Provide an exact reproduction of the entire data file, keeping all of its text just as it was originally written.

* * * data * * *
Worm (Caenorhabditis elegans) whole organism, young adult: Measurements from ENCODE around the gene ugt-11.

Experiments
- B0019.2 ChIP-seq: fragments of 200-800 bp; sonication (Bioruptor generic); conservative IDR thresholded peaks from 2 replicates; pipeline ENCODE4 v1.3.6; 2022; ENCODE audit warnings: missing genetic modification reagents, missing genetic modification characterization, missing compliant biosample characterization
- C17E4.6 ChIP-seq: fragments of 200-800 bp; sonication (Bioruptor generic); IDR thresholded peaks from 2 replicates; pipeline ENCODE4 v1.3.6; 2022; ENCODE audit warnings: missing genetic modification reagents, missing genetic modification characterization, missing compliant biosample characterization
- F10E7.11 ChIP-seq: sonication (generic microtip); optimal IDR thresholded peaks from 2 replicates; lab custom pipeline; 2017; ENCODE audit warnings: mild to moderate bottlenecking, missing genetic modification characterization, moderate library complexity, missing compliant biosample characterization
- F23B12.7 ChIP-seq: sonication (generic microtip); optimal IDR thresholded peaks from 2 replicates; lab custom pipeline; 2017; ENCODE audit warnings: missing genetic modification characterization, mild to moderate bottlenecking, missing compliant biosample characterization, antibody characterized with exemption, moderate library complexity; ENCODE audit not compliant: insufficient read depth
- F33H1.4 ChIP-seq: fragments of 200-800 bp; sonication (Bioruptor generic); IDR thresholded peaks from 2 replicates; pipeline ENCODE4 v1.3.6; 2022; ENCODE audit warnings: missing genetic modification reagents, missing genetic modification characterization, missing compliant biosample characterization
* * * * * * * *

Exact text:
Worm (Caenorhabditis elegans) whole organism, young adult: Measurements from ENCODE around the gene ugt-11.

Experiments
- B0019.2 ChIP-seq: fragments of 200-800 bp; sonication (Bioruptor generic); conservative IDR thresholded peaks from 2 replicates; pipeline ENCODE4 v1.3.6; 2022; ENCODE audit warnings: missing genetic modification reagents, missing genetic modification characterization, missing compliant biosample characterization
- C17E4.6 ChIP-seq: fragments of 200-800 bp; sonication (Bioruptor generic); IDR thresholded peaks from 2 replicates; pipeline ENCODE4 v1.3.6; 2022; ENCODE audit warnings: missing genetic modification reagents, missing genetic modification characterization, missing compliant biosample characterization
- F10E7.11 ChIP-seq: sonication (generic microtip); optimal IDR thresholded peaks from 2 replicates; lab custom pipeline; 2017; ENCODE audit warnings: mild to moderate bottlenecking, missing genetic modification characterization, moderate library complexity, missing compliant biosample characterization
- F23B12.7 ChIP-seq: sonication (generic microtip); optimal IDR thresholded peaks from 2 replicates; lab custom pipeline; 2017; ENCODE audit warnings: missing genetic modification characterization, mild to moderate bottlenecking, missing compliant biosample characterization, antibody characterized with exemption, moderate library complexity; ENCODE audit not compliant: insufficient read depth
- F33H1.4 ChIP-seq: fragments of 200-800 bp; sonication (Bioruptor generic); IDR thresholded peaks from 2 replicates; pipeline ENCODE4 v1.3.6; 2022; ENCODE audit warnings: missing genetic modification reagents, missing genetic modification characterization, missing compliant biosample characterization